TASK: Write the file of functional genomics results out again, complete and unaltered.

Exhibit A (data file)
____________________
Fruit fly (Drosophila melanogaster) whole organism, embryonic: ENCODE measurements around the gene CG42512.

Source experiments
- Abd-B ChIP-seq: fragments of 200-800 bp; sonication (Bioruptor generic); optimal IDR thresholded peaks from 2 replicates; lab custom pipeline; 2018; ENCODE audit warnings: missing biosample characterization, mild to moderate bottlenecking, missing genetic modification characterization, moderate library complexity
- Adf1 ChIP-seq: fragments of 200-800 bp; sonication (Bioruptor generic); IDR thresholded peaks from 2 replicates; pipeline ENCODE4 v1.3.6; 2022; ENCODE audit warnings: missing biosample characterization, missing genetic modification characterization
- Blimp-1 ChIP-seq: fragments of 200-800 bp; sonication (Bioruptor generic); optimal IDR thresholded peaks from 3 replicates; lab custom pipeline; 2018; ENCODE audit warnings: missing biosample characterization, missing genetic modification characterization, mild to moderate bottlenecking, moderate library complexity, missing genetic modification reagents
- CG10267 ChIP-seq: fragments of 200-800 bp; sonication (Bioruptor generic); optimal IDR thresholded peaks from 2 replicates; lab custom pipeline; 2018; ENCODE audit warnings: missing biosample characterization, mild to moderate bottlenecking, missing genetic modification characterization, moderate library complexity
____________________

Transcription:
Fruit fly (Drosophila melanogaster) whole organism, embryonic: ENCODE measurements around the gene CG42512.

Source experiments
- Abd-B ChIP-seq: fragments of 200-800 bp; sonication (Bioruptor generic); optimal IDR thresholded peaks from 2 replicates; lab custom pipeline; 2018; ENCODE audit warnings: missing biosample characterization, mild to moderate bottlenecking, missing genetic modification characterization, moderate library complexity
- Adf1 ChIP-seq: fragments of 200-800 bp; sonication (Bioruptor generic); IDR thresholded peaks from 2 replicates; pipeline ENCODE4 v1.3.6; 2022; ENCODE audit warnings: missing biosample characterization, missing genetic modification characterization
- Blimp-1 ChIP-seq: fragments of 200-800 bp; sonication (Bioruptor generic); optimal IDR thresholded peaks from 3 replicates; lab custom pipeline; 2018; ENCODE audit warnings: missing biosample characterization, missing genetic modification characterization, mild to moderate bottlenecking, moderate library complexity, missing genetic modification reagents
- CG10267 ChIP-seq: fragments of 200-800 bp; sonication (Bioruptor generic); optimal IDR thresholded peaks from 2 replicates; lab custom pipeline; 2018; ENCODE audit warnings: missing biosample characterization, mild to moderate bottlenecking, missing genetic modification characterization, moderate library complexity